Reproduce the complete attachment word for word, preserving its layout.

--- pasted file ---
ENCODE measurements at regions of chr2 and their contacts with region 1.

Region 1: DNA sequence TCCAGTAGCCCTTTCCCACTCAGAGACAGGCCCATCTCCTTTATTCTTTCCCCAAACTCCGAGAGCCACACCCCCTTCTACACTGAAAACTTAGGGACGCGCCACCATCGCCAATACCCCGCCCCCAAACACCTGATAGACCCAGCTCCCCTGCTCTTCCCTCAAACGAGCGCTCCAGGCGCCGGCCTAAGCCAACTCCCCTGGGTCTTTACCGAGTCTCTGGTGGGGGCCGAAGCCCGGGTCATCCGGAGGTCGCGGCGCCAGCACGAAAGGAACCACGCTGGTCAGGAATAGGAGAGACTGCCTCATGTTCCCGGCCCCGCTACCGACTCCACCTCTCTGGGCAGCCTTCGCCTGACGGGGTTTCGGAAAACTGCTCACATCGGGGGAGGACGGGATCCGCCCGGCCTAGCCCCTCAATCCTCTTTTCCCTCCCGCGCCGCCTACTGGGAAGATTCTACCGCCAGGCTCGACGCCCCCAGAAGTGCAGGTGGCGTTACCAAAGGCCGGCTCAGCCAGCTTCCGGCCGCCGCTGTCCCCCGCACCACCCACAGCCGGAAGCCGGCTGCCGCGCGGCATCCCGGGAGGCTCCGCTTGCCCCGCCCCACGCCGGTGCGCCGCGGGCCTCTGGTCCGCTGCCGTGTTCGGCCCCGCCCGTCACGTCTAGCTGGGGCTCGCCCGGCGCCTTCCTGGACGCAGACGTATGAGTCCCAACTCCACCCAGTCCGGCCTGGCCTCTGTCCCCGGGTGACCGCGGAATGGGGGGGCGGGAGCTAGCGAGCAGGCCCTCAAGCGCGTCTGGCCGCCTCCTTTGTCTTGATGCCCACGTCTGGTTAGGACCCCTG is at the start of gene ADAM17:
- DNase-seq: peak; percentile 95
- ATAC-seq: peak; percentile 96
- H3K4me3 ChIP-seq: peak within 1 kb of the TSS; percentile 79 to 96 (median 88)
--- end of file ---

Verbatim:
ENCODE measurements at regions of chr2 and their contacts with region 1.

Region 1: DNA sequence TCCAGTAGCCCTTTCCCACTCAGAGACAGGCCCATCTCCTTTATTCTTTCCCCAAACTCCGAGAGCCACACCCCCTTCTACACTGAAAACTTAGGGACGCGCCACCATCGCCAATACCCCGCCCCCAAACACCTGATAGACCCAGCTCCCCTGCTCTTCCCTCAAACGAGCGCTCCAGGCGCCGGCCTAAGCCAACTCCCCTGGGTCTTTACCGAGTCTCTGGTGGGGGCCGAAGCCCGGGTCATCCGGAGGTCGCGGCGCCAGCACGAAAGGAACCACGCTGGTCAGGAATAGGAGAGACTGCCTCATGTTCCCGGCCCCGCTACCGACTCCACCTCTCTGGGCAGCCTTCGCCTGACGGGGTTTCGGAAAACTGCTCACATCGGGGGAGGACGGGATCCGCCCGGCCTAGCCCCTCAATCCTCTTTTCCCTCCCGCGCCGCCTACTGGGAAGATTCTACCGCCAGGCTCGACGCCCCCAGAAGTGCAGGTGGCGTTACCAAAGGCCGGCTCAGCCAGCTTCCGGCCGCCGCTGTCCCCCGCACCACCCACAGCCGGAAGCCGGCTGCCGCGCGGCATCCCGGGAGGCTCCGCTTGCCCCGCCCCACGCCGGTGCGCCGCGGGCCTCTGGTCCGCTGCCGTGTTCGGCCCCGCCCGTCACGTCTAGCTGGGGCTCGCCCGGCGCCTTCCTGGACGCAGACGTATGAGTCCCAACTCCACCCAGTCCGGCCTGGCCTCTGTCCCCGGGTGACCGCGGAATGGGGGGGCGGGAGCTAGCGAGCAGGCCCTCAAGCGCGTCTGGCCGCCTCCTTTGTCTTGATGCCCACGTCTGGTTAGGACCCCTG is at the start of gene ADAM17:
- DNase-seq: peak; percentile 95
- ATAC-seq: peak; percentile 96
- H3K4me3 ChIP-seq: peak within 1 kb of the TSS; percentile 79 to 96 (median 88)